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The History of Ilmington - Chapter 10


Size and structure of the community in the 19th and 20th centuries

Until the early years of the present century Ilmington had a community of people whose livelihood was based on agriculture, with a minority practising village-based crafts.  To serve the community there was a number of retail traders.  The later must have been of great importance when the only means of transport for the majority was the carrier's cart. 

Today, though the land is still farmed, the majority of the community works outside the village and there is a large group of retired people.  Only one retail shop and the post office survive.  Village-based crafts are represented by three builders, the garage proprietor, and a versatile hurdle maker.  Another change is in the proportion of children at school.

This chapter is an endeavour to give numerical expression to these changes and to present the results in the form of diagrams, graphs and tables.  The explanation of the means by which the figures have been obtained, and the reasons for the choice of groups to be shown follows.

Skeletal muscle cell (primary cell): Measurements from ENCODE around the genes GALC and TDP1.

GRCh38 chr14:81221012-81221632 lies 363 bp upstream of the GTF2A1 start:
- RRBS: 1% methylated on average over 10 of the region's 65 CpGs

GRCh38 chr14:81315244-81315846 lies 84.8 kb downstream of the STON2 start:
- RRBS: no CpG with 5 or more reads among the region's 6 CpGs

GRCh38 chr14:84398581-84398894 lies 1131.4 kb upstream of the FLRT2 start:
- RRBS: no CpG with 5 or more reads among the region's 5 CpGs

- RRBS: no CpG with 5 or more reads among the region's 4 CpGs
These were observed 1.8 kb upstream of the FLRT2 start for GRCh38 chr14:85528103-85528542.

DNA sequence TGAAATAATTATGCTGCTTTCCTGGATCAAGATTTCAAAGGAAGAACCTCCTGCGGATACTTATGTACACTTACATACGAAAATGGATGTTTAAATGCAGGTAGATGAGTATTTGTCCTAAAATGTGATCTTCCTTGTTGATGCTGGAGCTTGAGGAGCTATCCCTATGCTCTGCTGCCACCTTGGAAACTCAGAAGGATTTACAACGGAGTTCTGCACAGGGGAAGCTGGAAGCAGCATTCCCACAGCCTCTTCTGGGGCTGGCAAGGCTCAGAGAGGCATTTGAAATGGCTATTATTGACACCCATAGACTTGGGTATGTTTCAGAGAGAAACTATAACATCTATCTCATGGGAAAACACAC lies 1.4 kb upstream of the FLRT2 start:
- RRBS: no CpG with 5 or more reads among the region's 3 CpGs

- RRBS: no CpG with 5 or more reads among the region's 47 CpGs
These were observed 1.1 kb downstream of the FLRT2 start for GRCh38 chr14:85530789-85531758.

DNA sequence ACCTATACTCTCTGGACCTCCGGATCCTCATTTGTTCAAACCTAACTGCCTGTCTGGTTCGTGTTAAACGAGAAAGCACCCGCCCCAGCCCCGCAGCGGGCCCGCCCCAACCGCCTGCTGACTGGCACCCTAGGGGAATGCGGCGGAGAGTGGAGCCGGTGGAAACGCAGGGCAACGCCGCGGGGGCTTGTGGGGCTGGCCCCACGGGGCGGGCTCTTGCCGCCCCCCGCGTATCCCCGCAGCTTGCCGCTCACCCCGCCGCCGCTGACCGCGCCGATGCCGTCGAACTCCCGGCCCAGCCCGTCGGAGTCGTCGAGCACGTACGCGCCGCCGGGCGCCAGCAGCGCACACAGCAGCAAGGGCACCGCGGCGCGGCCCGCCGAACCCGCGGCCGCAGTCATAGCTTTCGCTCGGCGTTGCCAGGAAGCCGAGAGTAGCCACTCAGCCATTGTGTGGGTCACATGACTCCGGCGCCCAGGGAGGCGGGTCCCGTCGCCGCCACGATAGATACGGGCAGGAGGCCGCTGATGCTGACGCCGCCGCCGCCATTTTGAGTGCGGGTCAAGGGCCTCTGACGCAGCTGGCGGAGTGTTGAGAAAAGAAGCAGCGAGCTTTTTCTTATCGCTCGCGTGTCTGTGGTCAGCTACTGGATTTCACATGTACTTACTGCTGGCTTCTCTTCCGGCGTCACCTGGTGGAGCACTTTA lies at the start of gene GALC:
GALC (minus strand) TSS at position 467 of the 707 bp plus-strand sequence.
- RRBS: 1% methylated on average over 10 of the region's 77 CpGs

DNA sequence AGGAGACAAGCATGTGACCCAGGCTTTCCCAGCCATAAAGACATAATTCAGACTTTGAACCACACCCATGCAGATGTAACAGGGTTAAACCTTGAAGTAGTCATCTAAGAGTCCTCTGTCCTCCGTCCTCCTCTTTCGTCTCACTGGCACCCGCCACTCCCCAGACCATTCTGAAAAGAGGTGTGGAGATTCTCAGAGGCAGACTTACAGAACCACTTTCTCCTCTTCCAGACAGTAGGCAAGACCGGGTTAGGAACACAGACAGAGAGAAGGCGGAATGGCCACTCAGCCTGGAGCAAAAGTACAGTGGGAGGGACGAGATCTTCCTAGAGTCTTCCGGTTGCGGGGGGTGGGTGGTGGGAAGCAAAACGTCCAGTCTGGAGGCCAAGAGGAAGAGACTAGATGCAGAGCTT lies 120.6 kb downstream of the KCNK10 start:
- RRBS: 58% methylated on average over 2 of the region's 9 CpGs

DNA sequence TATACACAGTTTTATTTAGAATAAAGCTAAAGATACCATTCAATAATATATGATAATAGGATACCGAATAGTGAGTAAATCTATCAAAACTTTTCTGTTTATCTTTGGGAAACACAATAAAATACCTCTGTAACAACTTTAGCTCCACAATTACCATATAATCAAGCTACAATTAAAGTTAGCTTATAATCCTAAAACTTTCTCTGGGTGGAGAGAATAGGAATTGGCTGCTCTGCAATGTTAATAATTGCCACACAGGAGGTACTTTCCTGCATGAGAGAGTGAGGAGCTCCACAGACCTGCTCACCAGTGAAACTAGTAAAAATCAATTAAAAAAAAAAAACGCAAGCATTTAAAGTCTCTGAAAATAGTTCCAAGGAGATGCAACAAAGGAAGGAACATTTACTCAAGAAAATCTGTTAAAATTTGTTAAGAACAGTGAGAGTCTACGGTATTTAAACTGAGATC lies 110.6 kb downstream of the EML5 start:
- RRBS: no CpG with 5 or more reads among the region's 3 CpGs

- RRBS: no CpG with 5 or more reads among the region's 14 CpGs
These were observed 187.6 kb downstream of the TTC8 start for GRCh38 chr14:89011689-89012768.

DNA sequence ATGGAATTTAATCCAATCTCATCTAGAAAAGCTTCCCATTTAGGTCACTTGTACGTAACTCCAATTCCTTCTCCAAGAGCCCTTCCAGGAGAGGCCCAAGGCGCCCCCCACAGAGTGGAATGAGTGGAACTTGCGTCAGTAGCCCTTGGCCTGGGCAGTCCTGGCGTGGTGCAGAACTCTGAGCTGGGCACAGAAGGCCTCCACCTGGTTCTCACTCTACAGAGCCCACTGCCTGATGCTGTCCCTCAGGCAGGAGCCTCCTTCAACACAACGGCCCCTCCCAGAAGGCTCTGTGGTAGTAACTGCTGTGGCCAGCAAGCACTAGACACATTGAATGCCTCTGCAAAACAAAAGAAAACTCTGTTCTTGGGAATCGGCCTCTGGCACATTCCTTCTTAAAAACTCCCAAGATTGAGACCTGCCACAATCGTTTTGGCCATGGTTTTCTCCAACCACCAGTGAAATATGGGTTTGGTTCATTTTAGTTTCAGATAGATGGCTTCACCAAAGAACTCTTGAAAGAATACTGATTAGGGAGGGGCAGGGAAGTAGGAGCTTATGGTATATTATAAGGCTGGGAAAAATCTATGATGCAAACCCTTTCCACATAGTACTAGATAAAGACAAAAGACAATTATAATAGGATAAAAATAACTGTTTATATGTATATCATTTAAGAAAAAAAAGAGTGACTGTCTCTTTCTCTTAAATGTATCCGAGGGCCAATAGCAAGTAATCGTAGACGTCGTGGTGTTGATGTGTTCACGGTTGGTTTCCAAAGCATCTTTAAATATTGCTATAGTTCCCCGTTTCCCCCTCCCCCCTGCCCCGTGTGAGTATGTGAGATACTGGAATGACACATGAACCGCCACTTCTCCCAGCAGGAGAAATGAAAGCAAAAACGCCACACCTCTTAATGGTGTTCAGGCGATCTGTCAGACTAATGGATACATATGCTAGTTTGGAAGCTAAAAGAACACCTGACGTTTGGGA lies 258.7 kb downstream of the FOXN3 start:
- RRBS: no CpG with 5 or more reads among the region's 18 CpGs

The figures for population and number of houses have been taken from the printed census reports for 1801 to 1951.  Those for 1961 and 1971 have been obtained from Shipston Rural District Council, or compiled as the result of enquiry.

The selection of groups to show the structure of the community was governed partly by the size of the group and partly by the data which could be obtained for the present day by a reasonable amount of enquiry but without the use of a questionnaire.  To obtain valid comparisons it was necessary to subdivide the children into those below the age of three who were not at any time officially accepted at school, and those between the ages of 3 and 15 who, in the 19th century might be at school, at home or employed.  Even then it has been necessary to extend the group of children for the 1971 diagram to the age of 18 for two reasons.  Many of the 15-18 year olds are at school and the population figure was compiled from the electoral register of those over 18, with the addition of the number of children obtained by enquiry at the local infant and junior school, from the Health Authority for those under 5, and other individual enquiries for those between 11-18 at school, and for a few 15-18 employed.  The group therefore on the 1971 diagram of children between the ages of 3-18 not at school and not employed are the 3-5 year olds.  The group of retired people for 1971 was obtained from the postmistress, who kindly gave the numbers (but not names) of people drawing the national pension.  To this was added a small number for those likely to have it paid to a bank.  For 1851 and 1871 this group is composed of elderly people to whom the census forms assign no occupation.  The unshaded parts of all three diagrams include the remainder of the community not included in the chosen groups.